The Supreme Court refused on Friday to hear petitions challenging the NEET ordinance, saying such a move might create confusion among medical aspirants.
“Lets us not create further confusion on entrance examination and let students appear for test with certain amount of certainty... We will hear plea after the vacation,” a vacation bench of justice PC Pant and justice DY Chandrachud said.
The ordinance had exempted Tamil Nadu, Kerala, Andhra Pradesh, Telangana, Gujarat, Maharashtra and Punjab for one year from the ambit of National Eligibility-cum-Entrance Test for medical colleges. It permitted these seven states to enrol students in undergraduate medical courses on basis of exams they conduct.
The apex court said there was no need for an interim order on the issue as the Centre has not ‘denied’ NEET but just exempted these seven states for an year.
The court said it will start hearing the petitions opposing the ordinance from June 30, after the six-week summer vacation ends.
One such petition moved by Indore-based doctor Anand Rai challenged the ordinance, which was signed by President Pranab Mukherjee.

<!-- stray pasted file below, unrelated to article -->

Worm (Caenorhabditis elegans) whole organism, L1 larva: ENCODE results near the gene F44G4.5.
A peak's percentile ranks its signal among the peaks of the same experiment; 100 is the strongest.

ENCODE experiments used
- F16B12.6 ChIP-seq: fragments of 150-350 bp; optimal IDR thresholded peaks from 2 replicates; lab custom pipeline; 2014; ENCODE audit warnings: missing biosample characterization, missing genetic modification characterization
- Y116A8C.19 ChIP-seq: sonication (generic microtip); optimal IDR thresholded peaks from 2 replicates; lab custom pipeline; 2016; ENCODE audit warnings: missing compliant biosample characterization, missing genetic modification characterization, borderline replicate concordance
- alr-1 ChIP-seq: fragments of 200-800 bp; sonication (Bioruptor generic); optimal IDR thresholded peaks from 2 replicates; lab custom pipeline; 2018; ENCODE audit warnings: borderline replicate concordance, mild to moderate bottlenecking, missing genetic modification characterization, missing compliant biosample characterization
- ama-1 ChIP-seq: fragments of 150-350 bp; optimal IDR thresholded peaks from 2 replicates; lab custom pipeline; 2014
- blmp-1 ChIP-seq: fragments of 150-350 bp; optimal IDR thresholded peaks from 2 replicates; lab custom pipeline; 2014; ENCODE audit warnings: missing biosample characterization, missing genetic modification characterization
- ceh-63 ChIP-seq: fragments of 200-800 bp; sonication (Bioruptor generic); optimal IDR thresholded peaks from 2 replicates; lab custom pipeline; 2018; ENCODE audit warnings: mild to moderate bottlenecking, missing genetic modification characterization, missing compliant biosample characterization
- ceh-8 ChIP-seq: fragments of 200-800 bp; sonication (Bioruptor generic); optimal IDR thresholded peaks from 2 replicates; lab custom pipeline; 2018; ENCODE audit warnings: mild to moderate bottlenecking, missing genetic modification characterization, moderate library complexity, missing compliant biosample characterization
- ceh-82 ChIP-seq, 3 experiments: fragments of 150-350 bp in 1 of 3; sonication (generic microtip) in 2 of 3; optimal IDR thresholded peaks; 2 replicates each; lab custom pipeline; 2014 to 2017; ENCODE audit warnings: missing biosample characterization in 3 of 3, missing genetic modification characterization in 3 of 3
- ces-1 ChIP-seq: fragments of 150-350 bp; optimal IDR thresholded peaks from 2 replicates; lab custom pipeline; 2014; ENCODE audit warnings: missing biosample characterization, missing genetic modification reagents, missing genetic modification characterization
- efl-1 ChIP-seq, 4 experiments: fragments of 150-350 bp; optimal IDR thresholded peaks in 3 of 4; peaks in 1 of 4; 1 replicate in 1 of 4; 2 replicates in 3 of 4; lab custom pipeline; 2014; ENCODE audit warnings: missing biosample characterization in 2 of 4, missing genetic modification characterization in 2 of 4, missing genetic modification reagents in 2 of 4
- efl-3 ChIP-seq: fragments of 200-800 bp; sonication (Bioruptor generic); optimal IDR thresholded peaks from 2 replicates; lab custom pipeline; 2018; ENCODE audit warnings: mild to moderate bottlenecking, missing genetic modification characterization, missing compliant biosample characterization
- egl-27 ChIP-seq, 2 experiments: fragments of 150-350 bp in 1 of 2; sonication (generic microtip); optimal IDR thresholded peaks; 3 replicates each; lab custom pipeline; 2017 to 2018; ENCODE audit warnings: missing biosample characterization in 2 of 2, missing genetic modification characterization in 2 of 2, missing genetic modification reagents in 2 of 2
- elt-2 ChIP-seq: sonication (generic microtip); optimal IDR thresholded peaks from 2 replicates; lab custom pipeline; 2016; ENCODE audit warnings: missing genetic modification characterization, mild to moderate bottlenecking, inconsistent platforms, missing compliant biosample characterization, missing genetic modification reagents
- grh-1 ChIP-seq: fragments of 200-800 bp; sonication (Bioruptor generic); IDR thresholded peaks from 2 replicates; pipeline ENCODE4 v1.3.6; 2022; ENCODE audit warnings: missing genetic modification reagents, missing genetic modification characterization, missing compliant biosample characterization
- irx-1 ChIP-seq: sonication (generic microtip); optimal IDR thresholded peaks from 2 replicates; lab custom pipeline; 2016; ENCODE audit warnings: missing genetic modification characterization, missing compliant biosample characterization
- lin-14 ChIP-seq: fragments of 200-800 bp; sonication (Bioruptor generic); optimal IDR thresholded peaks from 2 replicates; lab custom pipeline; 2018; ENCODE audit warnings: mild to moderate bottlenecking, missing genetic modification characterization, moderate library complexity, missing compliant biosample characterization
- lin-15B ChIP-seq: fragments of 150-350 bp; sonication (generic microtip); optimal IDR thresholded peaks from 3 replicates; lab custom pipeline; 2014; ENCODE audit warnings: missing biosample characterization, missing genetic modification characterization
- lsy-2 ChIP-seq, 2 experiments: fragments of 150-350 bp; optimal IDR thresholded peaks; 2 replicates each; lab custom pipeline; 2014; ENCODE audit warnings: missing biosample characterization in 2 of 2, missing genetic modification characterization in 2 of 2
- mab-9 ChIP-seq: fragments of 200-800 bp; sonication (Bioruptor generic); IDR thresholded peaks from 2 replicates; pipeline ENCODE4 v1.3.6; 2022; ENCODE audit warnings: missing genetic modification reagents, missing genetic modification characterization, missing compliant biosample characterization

Vaibhav Srivastava, Rai’s advocate, said, the ordinance is “in direct conflict” with the stand taken by the government in the case of NEET as they were “eager to conduct unified, standardised medical entrance examination for the whole of India” and the PIL has sought to know the reasons for the change.
Referring to constitution’s Article 14 guaranteeing equality before the law, the PIL says that the ordinance makes exception for the states having their own separate mechanism for entrance examination for admission to undergraduate medical courses and is “unfair and arbitrary to lakhs and thousands of students in other states who do have to give the common entrance test (NEET)”
The ordinance is aimed at “partially” overturning a Supreme Court order which said the NEET will be held on July 24.
The Supreme Court had earlier ruled that admission to MBBS/BDS courses would be done only through National Eligibility-cum-Entrance Test (NEET) and scrapped the entrance tests conducted by the state governments and private medical colleges.
The court had revived NEET after recalling its 2013 order by which the common entrance test was declared unconstitutional.